Surprisingly, Perez was able to keep his pace in sync with the leaders on his older prime tires. While some of this was down to the nature of the track and the challenges is brings to overtaking, it was still an impressive display of what has become one of the Mexican racer’s finest attributes.
However, on lap 26 Perez could no longer keep the leaders behind him. Rosberg and Bottas shuffled their way past, followed soon my Hamilton. Perez pitted before Massa could get by, thereby creating a gap between him and Hamilton that he would have to make up for on track.
The order stayed: Rosberg, Bottas, Hamilton, Massa until the next round of stops. Once again, Williams’ sound logic sealed their fate when the car didn’t have the pace in hand to make up for a late stop.
This didn’t mean the Mercedes duo was out of the woods yet, however. Rosberg and Hamilton especially were being told over the radio to conserve their brakes by deploying the common lift-and-coast method. This compromised their straight-line speed massively, making the task of overtaking very difficult. Hamilton was especially compromised because he was still behind Bottas in the second stint, unable to get by, while his team-mate was in the lead. Bottas had a few looks at Rosberg’s lead, but was unable to make anything stick.
Hamilton was in on lap 39 with Rosberg in the lap after that. Hamilton had another iffy pitstop, but was able to recover thanks to Bottas and Massa’s late stops. When the two Williams cars emerged from their second stops, they were out of the fight for the win. Rosberg and Hamilton were out in the lead and could stretch their cars’ legs for the first time in the race.
With the Williams duo effectively fighting for the final podium position, Fernando Alonso started to come into play. The Spaniard’s epic middle stint on the soft tires allowed him to push hard in the closing stages, eventually coming to within a second of Massa’s Williams in fourth place.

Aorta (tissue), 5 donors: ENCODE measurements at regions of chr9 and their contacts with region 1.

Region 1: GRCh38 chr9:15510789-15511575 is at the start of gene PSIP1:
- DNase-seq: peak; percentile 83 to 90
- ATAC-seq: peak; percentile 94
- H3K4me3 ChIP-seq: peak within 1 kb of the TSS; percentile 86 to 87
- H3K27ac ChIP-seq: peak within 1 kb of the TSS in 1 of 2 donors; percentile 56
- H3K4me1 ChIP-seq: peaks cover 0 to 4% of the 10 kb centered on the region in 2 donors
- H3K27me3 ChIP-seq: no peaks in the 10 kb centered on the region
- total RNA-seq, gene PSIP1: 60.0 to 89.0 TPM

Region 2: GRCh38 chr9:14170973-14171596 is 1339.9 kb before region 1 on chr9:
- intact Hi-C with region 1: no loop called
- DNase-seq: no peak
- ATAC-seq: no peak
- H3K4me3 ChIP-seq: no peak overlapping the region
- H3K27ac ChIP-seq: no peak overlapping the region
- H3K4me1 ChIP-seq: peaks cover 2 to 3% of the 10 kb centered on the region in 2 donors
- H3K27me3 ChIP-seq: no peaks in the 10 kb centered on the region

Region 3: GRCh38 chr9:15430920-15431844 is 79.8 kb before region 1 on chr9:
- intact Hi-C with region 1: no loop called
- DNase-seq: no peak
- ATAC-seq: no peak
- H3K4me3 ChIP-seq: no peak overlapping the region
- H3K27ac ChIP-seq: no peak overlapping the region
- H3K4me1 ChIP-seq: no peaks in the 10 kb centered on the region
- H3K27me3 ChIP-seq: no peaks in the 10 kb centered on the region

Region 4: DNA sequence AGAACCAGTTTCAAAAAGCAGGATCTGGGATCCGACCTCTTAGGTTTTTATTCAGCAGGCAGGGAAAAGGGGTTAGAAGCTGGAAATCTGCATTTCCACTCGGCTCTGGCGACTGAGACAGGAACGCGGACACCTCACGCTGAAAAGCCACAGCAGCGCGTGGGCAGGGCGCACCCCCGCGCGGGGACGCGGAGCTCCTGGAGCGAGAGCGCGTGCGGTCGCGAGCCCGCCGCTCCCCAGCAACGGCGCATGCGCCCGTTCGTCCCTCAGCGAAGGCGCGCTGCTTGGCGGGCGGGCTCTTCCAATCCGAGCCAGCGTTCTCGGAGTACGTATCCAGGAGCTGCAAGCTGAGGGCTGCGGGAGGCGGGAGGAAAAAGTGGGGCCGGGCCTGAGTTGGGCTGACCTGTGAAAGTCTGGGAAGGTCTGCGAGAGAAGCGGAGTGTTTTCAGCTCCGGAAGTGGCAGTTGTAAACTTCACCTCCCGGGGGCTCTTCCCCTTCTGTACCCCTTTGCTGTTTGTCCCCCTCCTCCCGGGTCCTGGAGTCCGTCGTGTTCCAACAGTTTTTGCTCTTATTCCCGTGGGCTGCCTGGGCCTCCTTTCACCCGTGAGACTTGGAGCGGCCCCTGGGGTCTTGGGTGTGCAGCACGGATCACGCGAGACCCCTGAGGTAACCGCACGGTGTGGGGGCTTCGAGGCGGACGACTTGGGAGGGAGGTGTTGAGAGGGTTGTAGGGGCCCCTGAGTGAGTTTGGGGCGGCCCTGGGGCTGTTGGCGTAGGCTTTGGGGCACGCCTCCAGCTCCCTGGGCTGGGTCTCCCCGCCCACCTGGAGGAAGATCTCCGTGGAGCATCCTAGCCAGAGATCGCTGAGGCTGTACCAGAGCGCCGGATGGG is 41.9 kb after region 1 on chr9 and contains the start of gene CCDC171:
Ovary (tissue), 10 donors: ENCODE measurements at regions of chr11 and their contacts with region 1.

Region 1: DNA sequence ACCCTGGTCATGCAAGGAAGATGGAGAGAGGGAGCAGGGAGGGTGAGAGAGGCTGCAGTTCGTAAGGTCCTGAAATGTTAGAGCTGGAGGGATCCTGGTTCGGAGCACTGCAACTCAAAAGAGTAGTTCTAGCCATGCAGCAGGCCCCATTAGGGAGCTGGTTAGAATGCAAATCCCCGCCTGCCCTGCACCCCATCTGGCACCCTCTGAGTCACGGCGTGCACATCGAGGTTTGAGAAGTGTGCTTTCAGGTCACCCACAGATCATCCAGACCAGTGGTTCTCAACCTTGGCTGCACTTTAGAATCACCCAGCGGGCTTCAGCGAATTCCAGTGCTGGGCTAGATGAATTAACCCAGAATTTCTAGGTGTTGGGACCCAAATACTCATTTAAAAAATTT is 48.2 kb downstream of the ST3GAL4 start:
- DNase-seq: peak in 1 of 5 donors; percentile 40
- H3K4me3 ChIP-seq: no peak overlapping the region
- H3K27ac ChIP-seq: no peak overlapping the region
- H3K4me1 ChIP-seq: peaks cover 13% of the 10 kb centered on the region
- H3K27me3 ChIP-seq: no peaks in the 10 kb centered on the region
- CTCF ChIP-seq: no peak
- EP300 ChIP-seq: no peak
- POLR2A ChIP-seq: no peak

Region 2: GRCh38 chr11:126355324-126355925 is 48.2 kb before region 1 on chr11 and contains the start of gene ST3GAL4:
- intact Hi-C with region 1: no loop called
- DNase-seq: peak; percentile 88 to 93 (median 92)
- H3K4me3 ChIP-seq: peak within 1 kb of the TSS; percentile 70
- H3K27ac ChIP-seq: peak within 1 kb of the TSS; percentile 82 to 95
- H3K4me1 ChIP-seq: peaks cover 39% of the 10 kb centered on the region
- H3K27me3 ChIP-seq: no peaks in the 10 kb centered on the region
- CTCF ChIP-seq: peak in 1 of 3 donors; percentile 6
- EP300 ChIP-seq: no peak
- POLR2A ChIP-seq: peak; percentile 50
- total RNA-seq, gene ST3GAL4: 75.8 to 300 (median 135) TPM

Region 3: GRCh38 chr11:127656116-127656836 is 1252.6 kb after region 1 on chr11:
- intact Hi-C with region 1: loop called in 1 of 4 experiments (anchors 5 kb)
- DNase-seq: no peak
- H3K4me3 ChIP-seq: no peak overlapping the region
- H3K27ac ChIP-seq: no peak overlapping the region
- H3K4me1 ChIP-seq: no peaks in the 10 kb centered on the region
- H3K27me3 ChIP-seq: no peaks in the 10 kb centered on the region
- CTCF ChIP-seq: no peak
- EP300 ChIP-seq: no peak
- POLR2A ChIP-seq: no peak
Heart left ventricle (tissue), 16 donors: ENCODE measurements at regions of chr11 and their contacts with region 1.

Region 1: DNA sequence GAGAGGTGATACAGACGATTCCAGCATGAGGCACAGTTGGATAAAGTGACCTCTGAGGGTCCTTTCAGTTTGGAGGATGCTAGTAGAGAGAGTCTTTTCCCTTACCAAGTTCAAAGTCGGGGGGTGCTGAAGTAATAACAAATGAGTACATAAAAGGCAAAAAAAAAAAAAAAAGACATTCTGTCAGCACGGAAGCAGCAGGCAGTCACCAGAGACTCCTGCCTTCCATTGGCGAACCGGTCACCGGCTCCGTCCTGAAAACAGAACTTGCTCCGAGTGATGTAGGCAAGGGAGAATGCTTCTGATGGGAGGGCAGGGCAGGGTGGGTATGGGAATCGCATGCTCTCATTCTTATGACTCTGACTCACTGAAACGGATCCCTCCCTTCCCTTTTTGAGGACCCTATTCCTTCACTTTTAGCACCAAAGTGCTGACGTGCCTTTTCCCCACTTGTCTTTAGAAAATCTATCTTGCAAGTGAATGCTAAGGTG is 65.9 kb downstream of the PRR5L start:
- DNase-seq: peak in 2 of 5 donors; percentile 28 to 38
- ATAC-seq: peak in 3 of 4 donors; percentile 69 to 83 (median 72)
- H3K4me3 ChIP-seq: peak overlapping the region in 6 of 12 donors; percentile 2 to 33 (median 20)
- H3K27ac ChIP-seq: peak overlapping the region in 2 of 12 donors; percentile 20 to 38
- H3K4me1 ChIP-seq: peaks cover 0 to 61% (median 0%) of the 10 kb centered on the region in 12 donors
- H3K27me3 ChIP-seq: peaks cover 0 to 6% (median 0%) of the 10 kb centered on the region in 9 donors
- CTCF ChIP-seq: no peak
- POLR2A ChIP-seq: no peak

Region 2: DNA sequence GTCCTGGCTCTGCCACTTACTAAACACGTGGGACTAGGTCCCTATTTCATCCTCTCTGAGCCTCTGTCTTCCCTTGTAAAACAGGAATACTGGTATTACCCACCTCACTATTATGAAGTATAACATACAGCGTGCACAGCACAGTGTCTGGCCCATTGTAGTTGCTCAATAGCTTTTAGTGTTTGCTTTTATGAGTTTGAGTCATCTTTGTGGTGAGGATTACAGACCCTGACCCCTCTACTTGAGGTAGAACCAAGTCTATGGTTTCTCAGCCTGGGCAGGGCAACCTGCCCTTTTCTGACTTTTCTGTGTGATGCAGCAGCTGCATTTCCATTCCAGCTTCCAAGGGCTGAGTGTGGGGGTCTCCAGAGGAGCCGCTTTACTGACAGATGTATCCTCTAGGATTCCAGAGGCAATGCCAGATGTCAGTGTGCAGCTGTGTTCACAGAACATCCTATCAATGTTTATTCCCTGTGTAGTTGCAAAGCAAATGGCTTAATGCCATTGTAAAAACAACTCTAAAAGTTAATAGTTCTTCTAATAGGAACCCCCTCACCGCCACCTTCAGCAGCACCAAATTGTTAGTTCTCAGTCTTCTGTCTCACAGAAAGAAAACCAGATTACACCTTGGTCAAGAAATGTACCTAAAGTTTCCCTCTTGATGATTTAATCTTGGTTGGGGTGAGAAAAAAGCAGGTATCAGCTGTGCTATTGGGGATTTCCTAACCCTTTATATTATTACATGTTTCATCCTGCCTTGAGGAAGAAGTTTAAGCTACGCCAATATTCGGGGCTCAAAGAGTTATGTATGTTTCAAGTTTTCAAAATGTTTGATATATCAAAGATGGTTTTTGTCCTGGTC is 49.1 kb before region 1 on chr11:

There was little drama in the closing stages of the race at the front of the field, apart from a small lock-up from Rosberg on the final lap, allowing Hamilton a bit of a look at the lead. But when the end of the 71st lap came around, it was Rosberg who emerged victorious over Hamilton, taking his third win of the season and extending his lead over his team-mate to 29 points – a crucial milestone as it is now greater than a race win, giving the German a valuable cushion should he run into any bad luck next race.
Further down the field, Sergio Perez came home sixth after a short final stint on the supersoft tires, beating out McLaren’s Kevin Magnussen. Nico Hulkenberg kept his string of points finishes going with ninth place, after being overtaken by Ricciardo on the last lap.
Speaking of Red Bull, it was a miserable day for the drinks company at their home Grand Prix. Sebastian Vettel had a torrid day after losing drive early on in the race. He regained it, but only after losing a lap and driving aimlessly around the track. He retired very frustrated and with Hulkenberg and Bottas breathing down his neck in the championship standings.
The Toro Rossos of Kvyat and Vergne also failed to see the checkered flag. The former, after having started a career-best seventh, was knocked out when his right rear suspension broke, cutting his tire and forcing him to stop. The latter retired mysteriously, with the team unable to pinpoint the exact cause of the car’s failure.
The Austrian Grand Prix proved two things: Mercedes’ advantage may be starting to dwindle and that it is only dwindling ever so slightly because they still finished a comfortable 1-2. As the F1 circus heads to Silverstone in two weeks’ time, teams will be furiously searching for solutions and ideas in their bit to catch the Silver Arrows. One gets the feeling, though, that the British Grand Prix will only re-tell the same story we have seen unfold at every race so far this season.
Images courtesy of Octane Photographic